Hog Wings, Haggis Balls, Duck Bacon, and Other Culinary Delights

Welcome back to the scuttlebutt. Pull up a bucket, draw a mug, and let’s talk food.  Now I’ve been a fan of good food for a long time, you can’t serve in the submarine service and not like chow (often it’s the only bright point in a damn boring series of days).


The Mrs. and I recently went down to Oregon for a number of reasons, not the least of which was to visit with a shipmate of mine for many years.  Scott and I served together for a long time as the left and right hands of the Combat systems department on a submarine.  I ran Sonar, he ran Fire-control.  We were best men at each other’s weddings, got each other into and out of more trouble than any two sailors should, in short, we are brothers.  As a result, we make an effort to get together at least a couple times a year.


Well, this leads to visits to various bars, pubs, restaurants, dinners, dives, and other places where food and hooch are served. Which leads us around to the point of our tale: esoteric foods.


Hog wings.  Why did no one tell me about these?  (you don’t get to ask that, ‘cause I’m telling you now) Place called The Still House I believe it was, in Oregon city, makes them.  Take the shanks of a hog, which for those of you that aren’t butchers is the equivalent of the forearm, and lower leg, above the feet (or trotters).  Slow roast it in a fruit barbeque sauce until the meat shrinks back from the bone for about 3 inches. (about 2-3 hours at low heat), then serve it forth.  DAMN.  Folks if you can’t make it out there, go find a butcher and get some shanks. Make them yourself.  Seriously, you’re missing out.


Same place makes something they call Haggis balls.  Take a large Melon baller, or spoon, scoop up a chunk of properly cooked real Haggis, batter it in beer batter, and deep-fry it.  Serve with hot mustard.  These are very good, but tricky to make here in the states. (finding real Haggis can be hard.  And the Americanized stuff, baked instead of steamed then roasted, will NOT do, it’s like the difference between real fried chicken southern style, and a Banquet TV Dinner fried chicken.)


Then, since hogs can have wings, just to give equal time, one of the local Tapas bars (El Toro in Bremerton) makes a BLT with Duck Bacon.  What you ask is Duck Bacon?  Glad you asked.  ¼ inch thick slabs of duck breast, sugar cured and smoked like bacon would be, then fried like bacon.  Add sourdough bread, romaine lettuce, and beefsteak tomatoes, some garlic aioli, and serve.  It needs to happen.


Another one of these tapas type foods that I’ve ran into, sadly I’ll only get when we make it now.  The place up in Victoria that used to make them closed.  So, let me tell you how to make these, because they’re not to be missed.  Take several sheets of phyllo dough, with butter between each sheet. Into the center of this, place slices of granny smith apples, a little brown sugar (very little) and crumbled blue cheese.  Fold it over and seal it, freeze it, then deep fry it in a hot fryer until golden brown.  Now here’s the kicker. Put it on a plate and drizzle peach salsa over the top.  Each bite gives you crisp, crunchy, creamy, tart, sweet, spicy… your tongue literally does not know what to do, you’re getting hit with so many different sensations at once.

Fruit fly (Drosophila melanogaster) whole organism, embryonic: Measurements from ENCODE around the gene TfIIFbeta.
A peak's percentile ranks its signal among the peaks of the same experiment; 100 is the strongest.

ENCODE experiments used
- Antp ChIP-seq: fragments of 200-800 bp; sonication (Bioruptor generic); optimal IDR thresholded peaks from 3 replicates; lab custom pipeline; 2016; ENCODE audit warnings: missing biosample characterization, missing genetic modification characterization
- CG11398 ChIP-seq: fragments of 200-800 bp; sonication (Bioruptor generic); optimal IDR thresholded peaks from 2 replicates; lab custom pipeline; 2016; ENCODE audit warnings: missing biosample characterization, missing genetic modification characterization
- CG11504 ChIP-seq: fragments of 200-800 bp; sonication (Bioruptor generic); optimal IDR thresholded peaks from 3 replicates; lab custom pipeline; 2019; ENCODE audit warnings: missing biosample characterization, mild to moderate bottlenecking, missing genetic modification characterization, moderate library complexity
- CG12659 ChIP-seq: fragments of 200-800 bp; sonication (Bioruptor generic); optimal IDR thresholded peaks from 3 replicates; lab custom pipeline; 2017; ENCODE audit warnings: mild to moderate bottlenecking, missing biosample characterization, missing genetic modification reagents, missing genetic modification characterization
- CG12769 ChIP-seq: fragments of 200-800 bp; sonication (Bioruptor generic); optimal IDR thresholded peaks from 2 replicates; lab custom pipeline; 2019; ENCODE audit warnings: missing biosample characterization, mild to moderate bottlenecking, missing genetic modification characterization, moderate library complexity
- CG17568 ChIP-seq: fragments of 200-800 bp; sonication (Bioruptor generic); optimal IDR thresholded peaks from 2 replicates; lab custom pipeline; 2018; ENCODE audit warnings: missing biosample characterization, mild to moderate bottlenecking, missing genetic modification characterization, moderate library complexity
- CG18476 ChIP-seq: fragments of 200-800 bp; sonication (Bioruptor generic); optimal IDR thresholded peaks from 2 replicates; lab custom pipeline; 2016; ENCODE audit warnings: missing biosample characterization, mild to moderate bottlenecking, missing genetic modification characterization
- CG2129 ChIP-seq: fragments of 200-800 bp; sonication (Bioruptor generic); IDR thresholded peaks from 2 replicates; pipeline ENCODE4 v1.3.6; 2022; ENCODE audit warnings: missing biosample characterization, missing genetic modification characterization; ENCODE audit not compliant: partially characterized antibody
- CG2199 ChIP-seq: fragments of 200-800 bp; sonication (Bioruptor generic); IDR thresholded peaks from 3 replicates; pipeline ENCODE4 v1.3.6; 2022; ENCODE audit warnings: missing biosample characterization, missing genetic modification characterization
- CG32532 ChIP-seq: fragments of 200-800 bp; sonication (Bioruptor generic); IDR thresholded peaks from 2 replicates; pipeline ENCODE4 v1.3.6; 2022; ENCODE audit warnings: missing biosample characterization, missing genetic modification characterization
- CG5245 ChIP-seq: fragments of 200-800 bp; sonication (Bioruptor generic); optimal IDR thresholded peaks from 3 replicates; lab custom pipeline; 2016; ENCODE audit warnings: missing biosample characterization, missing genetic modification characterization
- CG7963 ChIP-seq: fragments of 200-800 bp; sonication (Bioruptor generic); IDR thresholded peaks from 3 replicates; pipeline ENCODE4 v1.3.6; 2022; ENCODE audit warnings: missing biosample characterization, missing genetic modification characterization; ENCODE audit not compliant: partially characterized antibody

There’s a German joint in Seattle on First street south (and when I say German, the tables are long trestle tables, that you grab a place at the bench on…) called Alstadt. They make something that a philistine would call Mac and cheese.  They call it Spätzle mit kase und spreck.  This stuff is to Mac and cheese, what a nine-month aged sharp cheddar is to Kraft singles.  First, they use Beecher’s cheese, and three other cheeses (pretty sure there was some blue in there) then instead of macaroni they use homemade Spätzle, which is thicker than macaroni, not hollow, it’s a small noodle made by forcing special dough through a strainer, directly into boiling water.  Then they add thick chunks of slow cooked bacon, and caramelized onions into the mix.  Look this is not something you want to eat when you’re on a diet, and the serving size LOOKS small, trust me, it’s NOT.  This stuff is richer than Midas, but oh damn it’s good.


Another German place (well technically it’s Alsace Loraine) in the local area makes a Guinness float.  Yes, I said a beer float.  Don’t look at me that way, I’m serious.  Yes, it’s good.  I was dubious too.   


Oh, and on the subject of booze, during this heat wave, let me recommend to you one of my old standbys: the Nutty Irishman. 1/3 Baileys Irish cream, 1/3 Frangelico, and 1/3 vanilla ice-cream.  Place in blender, buzz whir.  Instant adult milkshake!


Well, that should keep you cooking for a couple days, but I’m eager to hear what you folks have found that’s not to be missed.  So please, share your experiences.


I remain, yours in service

William Lehman

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